Perfectionism → fail.
And you know what?
My music isn't doing anybody any good just sitting on my hard drive.
Better to release a polished turd than sit on it forever! Okay, that's a crappy metaphor. But you get what I'm saying.
So here's one of those finished tracks. The first track I've released in 12 years!
Since I was a kid, I've often immersed myself in imagined fantasy worlds.
I used to spend countless hours sorting Magic cards, or learning how to write my name in Tolkein's Dwarven runes.
I would imagine entire worlds, and then hatch half-baked plans to write novels about them, which I never got more than 10,000 words into. (There's that finishing problem again…)
My parents never allowed me to have a gaming console, but I instead spent thousands of hours playing RPGs and dungeon crawlers on the computer, from Diablo to Dungeon Siege.
So now that I'm imagining a new music career for myself, I can't help but infuse it with some of this fantasy stuff.
My songs often start at the piano (an old Yamaha upright), where I sit down late at night, after the kids are in bed, and improvise something while recording on my phone. Since I hate to leave the filename as "Recording 479.mp3", I force myself to come up with a fantastical name there and then that fits the mood of the musical idea.
So for this track, which started in exactly this way, I picked the name Moonflower, which just so happens to be a mythical, magical flower that only blooms during:
A thunderstorm AND
In the light of the full moon AND
On the fabled isle of Myssos
Which, as you can guess, doesn't happen very often (at least on this plane of existence).
Saxophone: a love/hate relationship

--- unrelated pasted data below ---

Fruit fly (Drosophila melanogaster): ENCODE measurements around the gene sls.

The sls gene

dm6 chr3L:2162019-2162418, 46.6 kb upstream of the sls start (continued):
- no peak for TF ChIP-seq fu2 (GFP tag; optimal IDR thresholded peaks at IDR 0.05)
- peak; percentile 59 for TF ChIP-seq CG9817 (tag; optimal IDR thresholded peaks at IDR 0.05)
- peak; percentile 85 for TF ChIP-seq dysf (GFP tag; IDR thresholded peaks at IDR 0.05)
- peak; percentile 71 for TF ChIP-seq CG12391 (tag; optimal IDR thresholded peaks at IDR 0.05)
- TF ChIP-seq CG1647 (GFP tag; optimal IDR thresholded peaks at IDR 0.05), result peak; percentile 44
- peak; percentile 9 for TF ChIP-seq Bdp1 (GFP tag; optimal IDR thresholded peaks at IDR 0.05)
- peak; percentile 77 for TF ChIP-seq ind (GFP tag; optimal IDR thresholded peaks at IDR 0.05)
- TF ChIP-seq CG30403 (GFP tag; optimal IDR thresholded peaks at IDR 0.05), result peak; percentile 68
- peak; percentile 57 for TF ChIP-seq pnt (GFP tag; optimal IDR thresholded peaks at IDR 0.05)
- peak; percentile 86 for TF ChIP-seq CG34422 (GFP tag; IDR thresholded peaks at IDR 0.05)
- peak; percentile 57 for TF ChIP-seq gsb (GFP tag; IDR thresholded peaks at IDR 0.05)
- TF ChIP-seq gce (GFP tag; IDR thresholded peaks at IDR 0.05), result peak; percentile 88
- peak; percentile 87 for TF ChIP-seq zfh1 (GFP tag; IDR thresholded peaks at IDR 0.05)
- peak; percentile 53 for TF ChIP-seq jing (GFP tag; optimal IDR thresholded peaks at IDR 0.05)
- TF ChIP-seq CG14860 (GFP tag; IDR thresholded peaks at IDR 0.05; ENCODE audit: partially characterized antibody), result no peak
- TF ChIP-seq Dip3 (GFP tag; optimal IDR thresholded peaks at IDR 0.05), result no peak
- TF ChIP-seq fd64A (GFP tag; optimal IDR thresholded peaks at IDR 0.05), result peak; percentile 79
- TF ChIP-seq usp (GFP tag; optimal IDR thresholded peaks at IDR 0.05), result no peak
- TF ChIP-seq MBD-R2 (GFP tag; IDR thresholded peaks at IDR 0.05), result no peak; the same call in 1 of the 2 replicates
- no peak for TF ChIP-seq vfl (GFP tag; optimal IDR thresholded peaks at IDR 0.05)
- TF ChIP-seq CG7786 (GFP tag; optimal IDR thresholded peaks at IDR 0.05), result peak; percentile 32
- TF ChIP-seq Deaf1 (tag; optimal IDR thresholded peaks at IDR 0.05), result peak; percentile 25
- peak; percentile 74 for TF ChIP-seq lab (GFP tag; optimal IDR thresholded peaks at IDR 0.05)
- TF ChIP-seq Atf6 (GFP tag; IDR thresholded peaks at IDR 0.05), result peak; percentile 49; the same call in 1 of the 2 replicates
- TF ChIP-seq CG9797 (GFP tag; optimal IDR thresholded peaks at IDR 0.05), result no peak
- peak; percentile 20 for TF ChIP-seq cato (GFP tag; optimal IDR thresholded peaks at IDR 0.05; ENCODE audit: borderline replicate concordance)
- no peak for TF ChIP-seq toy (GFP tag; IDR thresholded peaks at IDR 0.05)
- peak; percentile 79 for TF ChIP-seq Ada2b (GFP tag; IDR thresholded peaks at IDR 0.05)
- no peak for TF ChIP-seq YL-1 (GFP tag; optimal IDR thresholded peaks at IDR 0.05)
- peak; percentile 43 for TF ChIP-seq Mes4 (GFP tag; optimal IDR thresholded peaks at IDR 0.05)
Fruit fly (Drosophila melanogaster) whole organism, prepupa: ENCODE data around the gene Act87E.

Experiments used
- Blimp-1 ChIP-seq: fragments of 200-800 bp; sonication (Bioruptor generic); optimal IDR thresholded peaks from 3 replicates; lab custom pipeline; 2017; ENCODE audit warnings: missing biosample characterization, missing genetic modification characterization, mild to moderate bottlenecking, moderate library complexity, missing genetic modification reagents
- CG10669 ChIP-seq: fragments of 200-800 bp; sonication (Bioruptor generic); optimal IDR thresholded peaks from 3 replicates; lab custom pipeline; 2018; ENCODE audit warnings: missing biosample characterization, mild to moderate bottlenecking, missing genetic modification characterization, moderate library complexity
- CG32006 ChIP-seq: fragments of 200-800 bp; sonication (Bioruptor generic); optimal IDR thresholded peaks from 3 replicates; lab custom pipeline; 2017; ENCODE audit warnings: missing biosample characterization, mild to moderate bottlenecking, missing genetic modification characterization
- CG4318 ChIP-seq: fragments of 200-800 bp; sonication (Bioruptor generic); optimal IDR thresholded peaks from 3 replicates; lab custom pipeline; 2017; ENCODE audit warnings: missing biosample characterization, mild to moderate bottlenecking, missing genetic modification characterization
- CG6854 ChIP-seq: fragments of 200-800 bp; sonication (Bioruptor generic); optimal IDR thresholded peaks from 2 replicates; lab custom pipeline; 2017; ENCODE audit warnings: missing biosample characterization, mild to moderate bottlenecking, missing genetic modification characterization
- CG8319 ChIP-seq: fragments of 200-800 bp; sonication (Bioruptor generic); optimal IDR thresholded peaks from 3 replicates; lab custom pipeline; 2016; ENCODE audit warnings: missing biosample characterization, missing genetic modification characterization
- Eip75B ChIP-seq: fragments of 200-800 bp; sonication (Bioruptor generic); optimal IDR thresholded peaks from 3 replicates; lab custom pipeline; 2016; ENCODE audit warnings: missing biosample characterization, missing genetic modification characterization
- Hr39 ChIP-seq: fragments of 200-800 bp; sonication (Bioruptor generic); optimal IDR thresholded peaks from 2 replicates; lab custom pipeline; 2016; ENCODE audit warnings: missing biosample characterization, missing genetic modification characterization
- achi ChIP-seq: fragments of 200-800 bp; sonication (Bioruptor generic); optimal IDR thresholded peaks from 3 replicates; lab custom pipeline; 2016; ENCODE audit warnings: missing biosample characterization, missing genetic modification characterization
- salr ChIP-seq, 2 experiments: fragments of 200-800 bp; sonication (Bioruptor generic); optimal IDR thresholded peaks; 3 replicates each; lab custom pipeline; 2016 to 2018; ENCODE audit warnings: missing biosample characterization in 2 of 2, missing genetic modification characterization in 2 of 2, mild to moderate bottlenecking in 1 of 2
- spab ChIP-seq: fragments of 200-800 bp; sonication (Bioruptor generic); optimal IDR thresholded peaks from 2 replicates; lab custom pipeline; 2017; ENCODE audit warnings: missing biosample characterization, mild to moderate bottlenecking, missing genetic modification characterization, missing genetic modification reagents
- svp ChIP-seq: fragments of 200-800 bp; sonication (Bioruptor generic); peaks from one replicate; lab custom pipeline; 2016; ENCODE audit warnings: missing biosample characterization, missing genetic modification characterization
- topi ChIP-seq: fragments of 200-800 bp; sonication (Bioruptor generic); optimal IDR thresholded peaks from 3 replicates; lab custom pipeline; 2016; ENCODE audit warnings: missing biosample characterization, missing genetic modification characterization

I recorded tenor saxophone early on, which is a love/hate experience for me for two reasons:
I love it, because it is the one instrument I have attained some amount of mastery over, and I can more or less play whatever comes into my mind
I hate it, because it doesn't fit the sort of Celtic, Tolkein-esque, mossy, wood/stone/leather, fantastical sound world that makes my bones tingle and my mind light aflame
I wish that I had learned to play violin-family instruments many years ago, as they would be a much better fit!
That said, I'm very grateful for my skill on the saxophone, since jazz theory and improvisation translate to many other areas of music-making, and it's now much easier for me to pick up Irish flute, silver flute, and clarinet since the fingerings are so similar.
But I will probably use saxophone sparingly in my music since it's so firmly anchored in contemporary music, and I so deeply yearn to explore my ancestral forest music roots in the British Isles and Scandinavia.
Speaking of violin…
I’ve been madly trying to learn this instrument over the last few months so I can record it in my music, but hot darn is it difficult.
The fingerings translate from mandolin, but I never had to be that precise with my finger placement on mando cuz frets. And the bow is just wicked difficult. And vibrato! Probably the most frustrating instrument I’ve ever tried to learn.
All that aside, I did record myself on violin in this track anyway. It’s a bit buried in the mix due to my lack of violin skillz - let me know in the comments if you can find it!
There’s some cittern tremolos at 1:45, some mandolin harmonics at the very end, and few other odds and ends scattered throughout.
Lacking a drum set at the moment (not to mention the skills to play it), I used sampled drums.
Sampled strings found their way in here too, a holdover from my attempts at being a film composer. I hope to be able to record an IRL string quartet at some point!
How I made the album art (er, single art?)
For the art, I knew I wanted to do it myself, but I had two ideas for how to do that:
Draw it myself
Use Midjourney AI art generator
I tried the first one first. I’m a decent artist but not stellar, especially when it comes to drawing more realistic and representational things. I studied concept art & digital illustration a bit in high school, but didn’t get very far with it.
Here’s what I came up with after line drawings, an anime colorizer app, and Photoshop: